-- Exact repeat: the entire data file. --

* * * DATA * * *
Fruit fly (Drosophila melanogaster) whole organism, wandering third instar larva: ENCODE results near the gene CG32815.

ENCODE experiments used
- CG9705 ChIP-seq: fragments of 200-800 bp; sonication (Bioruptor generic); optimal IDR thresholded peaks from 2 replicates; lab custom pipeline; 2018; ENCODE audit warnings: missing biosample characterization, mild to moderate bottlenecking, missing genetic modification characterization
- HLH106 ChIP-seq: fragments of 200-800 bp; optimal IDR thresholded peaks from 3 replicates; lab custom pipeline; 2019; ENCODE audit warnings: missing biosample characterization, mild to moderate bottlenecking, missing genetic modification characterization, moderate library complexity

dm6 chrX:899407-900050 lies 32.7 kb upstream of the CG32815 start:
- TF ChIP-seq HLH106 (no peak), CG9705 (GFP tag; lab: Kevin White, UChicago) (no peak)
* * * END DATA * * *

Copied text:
Fruit fly (Drosophila melanogaster) whole organism, wandering third instar larva: ENCODE results near the gene CG32815.

ENCODE experiments used
- CG9705 ChIP-seq: fragments of 200-800 bp; sonication (Bioruptor generic); optimal IDR thresholded peaks from 2 replicates; lab custom pipeline; 2018; ENCODE audit warnings: missing biosample characterization, mild to moderate bottlenecking, missing genetic modification characterization
- HLH106 ChIP-seq: fragments of 200-800 bp; optimal IDR thresholded peaks from 3 replicates; lab custom pipeline; 2019; ENCODE audit warnings: missing biosample characterization, mild to moderate bottlenecking, missing genetic modification characterization, moderate library complexity

dm6 chrX:899407-900050 lies 32.7 kb upstream of the CG32815 start:
- TF ChIP-seq HLH106 (no peak), CG9705 (GFP tag; lab: Kevin White, UChicago) (no peak)